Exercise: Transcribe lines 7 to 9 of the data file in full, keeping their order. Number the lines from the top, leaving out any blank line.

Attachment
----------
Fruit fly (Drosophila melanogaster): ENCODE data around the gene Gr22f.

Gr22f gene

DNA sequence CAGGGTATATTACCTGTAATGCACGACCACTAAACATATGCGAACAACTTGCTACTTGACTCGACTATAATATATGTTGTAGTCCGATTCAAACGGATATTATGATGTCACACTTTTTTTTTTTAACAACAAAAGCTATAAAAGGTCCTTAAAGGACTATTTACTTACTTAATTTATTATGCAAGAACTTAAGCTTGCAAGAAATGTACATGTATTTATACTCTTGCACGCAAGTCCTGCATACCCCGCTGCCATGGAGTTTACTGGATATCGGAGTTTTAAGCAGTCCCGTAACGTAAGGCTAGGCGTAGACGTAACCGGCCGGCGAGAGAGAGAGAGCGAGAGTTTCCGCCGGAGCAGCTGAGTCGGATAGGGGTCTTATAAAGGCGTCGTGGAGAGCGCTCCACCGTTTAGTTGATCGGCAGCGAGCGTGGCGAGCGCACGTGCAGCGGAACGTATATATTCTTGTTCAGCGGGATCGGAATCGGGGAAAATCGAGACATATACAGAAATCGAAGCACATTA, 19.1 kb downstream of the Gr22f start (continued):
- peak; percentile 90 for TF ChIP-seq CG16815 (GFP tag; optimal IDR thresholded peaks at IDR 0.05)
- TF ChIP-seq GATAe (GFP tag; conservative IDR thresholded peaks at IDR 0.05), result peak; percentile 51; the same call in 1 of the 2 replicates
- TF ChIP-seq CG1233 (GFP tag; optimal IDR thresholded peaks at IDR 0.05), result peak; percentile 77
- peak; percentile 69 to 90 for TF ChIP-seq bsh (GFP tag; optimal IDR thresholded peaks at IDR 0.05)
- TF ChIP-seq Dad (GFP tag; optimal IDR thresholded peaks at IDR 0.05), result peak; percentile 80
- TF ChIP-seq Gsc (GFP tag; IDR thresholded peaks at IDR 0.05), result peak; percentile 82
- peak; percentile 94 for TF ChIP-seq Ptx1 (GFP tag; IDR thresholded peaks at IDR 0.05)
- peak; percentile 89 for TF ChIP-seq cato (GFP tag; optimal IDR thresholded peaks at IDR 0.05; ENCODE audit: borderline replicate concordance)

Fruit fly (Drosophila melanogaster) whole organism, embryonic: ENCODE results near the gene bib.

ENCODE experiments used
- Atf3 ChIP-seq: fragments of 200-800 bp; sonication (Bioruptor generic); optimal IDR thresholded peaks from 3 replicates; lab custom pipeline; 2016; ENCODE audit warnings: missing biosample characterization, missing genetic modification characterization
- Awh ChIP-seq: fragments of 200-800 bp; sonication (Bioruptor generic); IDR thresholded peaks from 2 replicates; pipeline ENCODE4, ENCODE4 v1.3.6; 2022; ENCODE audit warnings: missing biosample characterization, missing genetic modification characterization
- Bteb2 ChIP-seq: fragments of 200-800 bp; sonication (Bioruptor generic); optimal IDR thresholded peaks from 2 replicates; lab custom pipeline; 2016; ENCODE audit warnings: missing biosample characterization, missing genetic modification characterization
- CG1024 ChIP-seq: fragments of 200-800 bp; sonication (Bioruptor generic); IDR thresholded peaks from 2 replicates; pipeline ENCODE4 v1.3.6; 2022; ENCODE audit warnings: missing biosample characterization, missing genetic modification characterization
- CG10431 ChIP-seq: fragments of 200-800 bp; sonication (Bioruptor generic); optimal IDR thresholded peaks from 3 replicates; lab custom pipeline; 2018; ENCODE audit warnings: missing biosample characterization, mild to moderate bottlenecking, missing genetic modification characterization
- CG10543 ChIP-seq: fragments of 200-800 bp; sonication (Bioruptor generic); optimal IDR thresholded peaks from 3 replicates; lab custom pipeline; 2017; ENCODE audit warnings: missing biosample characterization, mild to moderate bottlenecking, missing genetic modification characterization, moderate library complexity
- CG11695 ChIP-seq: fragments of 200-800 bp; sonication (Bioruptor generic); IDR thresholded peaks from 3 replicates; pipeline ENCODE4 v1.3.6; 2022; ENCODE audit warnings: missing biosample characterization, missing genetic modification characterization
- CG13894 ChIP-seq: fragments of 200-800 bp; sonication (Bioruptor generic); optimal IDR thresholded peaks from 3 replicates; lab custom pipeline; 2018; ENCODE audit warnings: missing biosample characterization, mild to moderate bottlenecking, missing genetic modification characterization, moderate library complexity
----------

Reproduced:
- peak; percentile 69 to 90 for TF ChIP-seq bsh (GFP tag; optimal IDR thresholded peaks at IDR 0.05)
- TF ChIP-seq Dad (GFP tag; optimal IDR thresholded peaks at IDR 0.05), result peak; percentile 80
- TF ChIP-seq Gsc (GFP tag; IDR thresholded peaks at IDR 0.05), result peak; percentile 82